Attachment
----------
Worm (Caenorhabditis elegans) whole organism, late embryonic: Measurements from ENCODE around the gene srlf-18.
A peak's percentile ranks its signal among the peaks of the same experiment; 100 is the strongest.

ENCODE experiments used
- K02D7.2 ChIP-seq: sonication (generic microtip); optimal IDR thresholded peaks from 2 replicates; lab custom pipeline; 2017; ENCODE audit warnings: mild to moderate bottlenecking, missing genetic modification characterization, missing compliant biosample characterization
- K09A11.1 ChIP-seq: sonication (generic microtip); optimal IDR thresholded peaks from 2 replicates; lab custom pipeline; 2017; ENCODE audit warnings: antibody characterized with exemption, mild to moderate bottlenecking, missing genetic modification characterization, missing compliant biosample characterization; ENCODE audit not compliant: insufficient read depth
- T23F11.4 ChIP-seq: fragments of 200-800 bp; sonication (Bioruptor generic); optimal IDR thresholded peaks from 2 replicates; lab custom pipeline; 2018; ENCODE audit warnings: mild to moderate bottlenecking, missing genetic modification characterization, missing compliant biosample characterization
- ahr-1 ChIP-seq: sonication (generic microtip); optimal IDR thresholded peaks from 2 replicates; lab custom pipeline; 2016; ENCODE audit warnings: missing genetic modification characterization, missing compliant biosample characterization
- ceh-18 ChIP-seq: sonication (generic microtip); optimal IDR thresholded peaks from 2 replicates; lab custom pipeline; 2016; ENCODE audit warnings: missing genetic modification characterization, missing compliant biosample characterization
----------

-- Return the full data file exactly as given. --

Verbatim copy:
Worm (Caenorhabditis elegans) whole organism, late embryonic: Measurements from ENCODE around the gene srlf-18.
A peak's percentile ranks its signal among the peaks of the same experiment; 100 is the strongest.

ENCODE experiments used
- K02D7.2 ChIP-seq: sonication (generic microtip); optimal IDR thresholded peaks from 2 replicates; lab custom pipeline; 2017; ENCODE audit warnings: mild to moderate bottlenecking, missing genetic modification characterization, missing compliant biosample characterization
- K09A11.1 ChIP-seq: sonication (generic microtip); optimal IDR thresholded peaks from 2 replicates; lab custom pipeline; 2017; ENCODE audit warnings: antibody characterized with exemption, mild to moderate bottlenecking, missing genetic modification characterization, missing compliant biosample characterization; ENCODE audit not compliant: insufficient read depth
- T23F11.4 ChIP-seq: fragments of 200-800 bp; sonication (Bioruptor generic); optimal IDR thresholded peaks from 2 replicates; lab custom pipeline; 2018; ENCODE audit warnings: mild to moderate bottlenecking, missing genetic modification characterization, missing compliant biosample characterization
- ahr-1 ChIP-seq: sonication (generic microtip); optimal IDR thresholded peaks from 2 replicates; lab custom pipeline; 2016; ENCODE audit warnings: missing genetic modification characterization, missing compliant biosample characterization
- ceh-18 ChIP-seq: sonication (generic microtip); optimal IDR thresholded peaks from 2 replicates; lab custom pipeline; 2016; ENCODE audit warnings: missing genetic modification characterization, missing compliant biosample characterization